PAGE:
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Old 08-10-2009, 09:32 PM   #15
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Did you hit it w/the infrared gun to verify that the readings are correct?
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Old 08-10-2009, 11:49 PM   #16
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Dale, makes me wonder if you have an obstruction in your coolant flow, or if the radiator has some tubes that aren't open, preventing total coolant flow. Other than that, a hydraulic fan motor that doesn't turn like it should, or something like a stuck thermostat, I don't have any suggestions. Hopefully Cummins computer will tell you something.

On a side note, there's a 40' Beaver parked next to me in my storage area that has two electric fans between the grille and the outside of the radiator assembly. I don't know if this is standard Beaver or a supplement, but it looks professionally done. They are a couple inches thick and IIRC, about 15"x15" and look like they came from some automobile. It looks like they're supplemental fans. If you can't solve your problem, maybe this would help. I can take a picture and send you if you become interested.
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Old 08-11-2009, 12:28 AM   #17
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Per the CC Yahoo group, the "dual fan" is the cooling fan replacement for the hydraulic powered fan, and the owner's of these rigs are way unhappy w/the poor cooling.
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Old 08-11-2009, 10:01 PM   #18
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Mike,

I was going to check with IR gun, but after the engine warning light came on at 234-235 degrees and that is the correct temp, I figured why bother. I couldn't find the dual fan info on the CC yahoo group. I don't think that there is enough room to add electric fans. I have also thought of water spray into radiator. That all said, I would like to find out if something is wrong.

Oldforester,

The fan speed was checked, but this was before it and the fluid was replaced. If I get it out on the road again, before I get it in to Cummins and if it starts getting too hot I will disconnect the fan controller to make the fan run at full speed as a test.

What I would really like to know is how hot can it be run safely and obviously, if there is a problem.
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Old 08-11-2009, 10:24 PM   #19
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Dale, another thought for what it's worth -- where is your transmission fluid temperature running during the high radiator temps? Reason I ask is I learned a couple years ago that if I'm in warm weather and sitting at a long stop light with my foot on the brake and the transmission in gear both radiator and tranny will heat up; twice I had the tranny temp go over 250 and had the warning light come on. I found that if I put the tranny in neutral at these long stop lights, it doesn't heat up. It just has trouble with torque on the tranny from the engine and the brakes on.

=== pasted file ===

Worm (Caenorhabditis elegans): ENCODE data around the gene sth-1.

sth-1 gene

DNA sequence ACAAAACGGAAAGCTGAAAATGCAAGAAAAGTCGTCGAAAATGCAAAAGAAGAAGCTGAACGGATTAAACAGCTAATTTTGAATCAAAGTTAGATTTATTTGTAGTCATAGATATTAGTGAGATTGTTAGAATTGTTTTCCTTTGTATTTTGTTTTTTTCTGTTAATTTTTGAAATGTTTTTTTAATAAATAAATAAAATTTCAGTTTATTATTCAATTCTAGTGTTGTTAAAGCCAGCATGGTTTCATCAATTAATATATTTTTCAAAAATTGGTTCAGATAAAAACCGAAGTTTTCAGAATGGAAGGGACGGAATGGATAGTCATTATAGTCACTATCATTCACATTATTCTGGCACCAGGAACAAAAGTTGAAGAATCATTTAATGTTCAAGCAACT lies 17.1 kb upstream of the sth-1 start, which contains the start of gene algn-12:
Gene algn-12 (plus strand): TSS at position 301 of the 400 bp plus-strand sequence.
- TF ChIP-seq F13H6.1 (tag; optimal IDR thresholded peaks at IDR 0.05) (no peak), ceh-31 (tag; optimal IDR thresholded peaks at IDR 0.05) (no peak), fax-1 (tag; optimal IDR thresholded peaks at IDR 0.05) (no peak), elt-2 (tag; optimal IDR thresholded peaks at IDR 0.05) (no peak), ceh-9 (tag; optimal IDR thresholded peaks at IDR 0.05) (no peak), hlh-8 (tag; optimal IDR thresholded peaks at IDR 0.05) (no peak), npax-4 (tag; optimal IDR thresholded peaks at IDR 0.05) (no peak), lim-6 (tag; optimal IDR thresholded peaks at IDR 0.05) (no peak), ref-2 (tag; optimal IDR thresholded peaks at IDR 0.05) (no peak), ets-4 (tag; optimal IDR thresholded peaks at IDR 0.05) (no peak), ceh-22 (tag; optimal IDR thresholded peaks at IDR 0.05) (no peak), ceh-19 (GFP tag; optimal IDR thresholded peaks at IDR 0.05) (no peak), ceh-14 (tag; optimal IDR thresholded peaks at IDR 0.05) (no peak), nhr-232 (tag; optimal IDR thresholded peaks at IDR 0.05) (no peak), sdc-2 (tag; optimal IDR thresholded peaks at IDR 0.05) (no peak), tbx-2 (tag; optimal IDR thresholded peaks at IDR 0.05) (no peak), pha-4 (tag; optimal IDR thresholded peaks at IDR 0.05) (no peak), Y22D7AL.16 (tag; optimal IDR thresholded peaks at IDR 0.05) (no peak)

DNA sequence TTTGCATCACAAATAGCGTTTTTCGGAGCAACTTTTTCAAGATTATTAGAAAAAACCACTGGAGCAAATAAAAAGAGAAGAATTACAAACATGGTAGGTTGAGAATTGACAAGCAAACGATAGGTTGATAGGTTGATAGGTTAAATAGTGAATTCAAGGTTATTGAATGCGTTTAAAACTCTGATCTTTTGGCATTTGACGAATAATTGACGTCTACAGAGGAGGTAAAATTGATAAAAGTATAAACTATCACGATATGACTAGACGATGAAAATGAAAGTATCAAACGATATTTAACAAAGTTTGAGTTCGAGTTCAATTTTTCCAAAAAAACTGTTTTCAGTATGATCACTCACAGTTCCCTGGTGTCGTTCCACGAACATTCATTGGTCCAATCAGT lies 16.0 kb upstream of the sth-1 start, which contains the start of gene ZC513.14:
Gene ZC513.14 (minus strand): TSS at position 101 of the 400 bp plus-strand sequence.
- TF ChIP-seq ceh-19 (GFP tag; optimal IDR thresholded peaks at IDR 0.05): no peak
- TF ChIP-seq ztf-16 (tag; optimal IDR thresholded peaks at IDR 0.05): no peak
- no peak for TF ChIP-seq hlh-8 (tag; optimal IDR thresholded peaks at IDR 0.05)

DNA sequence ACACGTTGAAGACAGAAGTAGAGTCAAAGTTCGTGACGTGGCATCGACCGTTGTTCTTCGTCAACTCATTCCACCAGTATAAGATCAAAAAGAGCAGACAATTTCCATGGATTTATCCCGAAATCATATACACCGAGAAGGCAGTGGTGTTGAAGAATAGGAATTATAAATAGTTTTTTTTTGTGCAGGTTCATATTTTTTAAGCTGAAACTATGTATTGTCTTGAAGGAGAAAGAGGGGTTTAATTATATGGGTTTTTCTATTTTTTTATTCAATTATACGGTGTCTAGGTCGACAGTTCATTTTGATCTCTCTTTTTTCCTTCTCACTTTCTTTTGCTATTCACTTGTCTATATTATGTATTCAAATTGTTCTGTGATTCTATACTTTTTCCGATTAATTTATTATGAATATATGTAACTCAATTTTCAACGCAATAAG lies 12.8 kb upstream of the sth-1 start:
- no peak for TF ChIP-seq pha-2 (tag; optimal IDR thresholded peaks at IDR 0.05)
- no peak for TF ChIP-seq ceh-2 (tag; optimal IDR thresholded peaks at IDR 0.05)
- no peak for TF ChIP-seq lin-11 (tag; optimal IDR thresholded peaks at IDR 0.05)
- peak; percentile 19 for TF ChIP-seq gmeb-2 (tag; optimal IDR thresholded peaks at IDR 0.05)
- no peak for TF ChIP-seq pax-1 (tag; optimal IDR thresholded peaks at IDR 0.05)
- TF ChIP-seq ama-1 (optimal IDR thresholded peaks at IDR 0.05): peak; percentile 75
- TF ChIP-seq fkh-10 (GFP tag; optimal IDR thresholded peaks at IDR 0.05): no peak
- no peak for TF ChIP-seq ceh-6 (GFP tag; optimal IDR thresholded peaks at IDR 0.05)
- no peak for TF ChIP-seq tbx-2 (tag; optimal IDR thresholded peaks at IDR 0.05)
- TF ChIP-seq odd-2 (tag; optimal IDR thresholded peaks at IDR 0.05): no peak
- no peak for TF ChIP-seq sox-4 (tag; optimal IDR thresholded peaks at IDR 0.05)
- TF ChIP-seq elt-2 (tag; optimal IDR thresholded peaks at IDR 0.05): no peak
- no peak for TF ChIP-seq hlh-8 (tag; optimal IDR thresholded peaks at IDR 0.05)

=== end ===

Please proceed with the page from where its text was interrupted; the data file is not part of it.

So I was wondering if perhaps you have a transmission cooling issue, causing the heat exchanger from the transmission to heat up and potentially transferring this heat to the radiator, in turn cause it to heat up. It's a thought from left field but might be something else to look at if nothing else turns up.
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Old 08-12-2009, 08:44 AM   #20
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The Trans temp is fine, is definitely an engine problem. Fan speed, air flow, coolant flow, etc?
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Old 08-12-2009, 02:38 PM   #21
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Dale,

We are having the same problem. In addition to the over heating, the brake failure light came on, the power steering reduced and the transmission over temp light came on. All of this while going up three different grades.

The coach is at Redlands Truck. They found metal savings in the hydraulic fluid. The fluid smelled like it was burnt. The pump pressure was under 1,000 psi when dead headed. They are continuing to test, but feel the pump has gone bad.

Does anyone know what the pump dead head and operating pressure should be?

Has anyone else had this problem?
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Old 08-13-2009, 10:31 AM   #22
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Dale- if the tranny isn't involved, that's sounding more like an engine issue exclusively. I haven't looked at the older radiator sandwich in a while, but iirc the tranny cooler covers most of the engine radiator? if so then same airflow covers both. When my 06 overheated due to no fan in 1st gear (controller defective), both tranny & engine went to 240+, 242 iirc. Cummins said, "No sweat G.I.," couldn't hurt it w/that.
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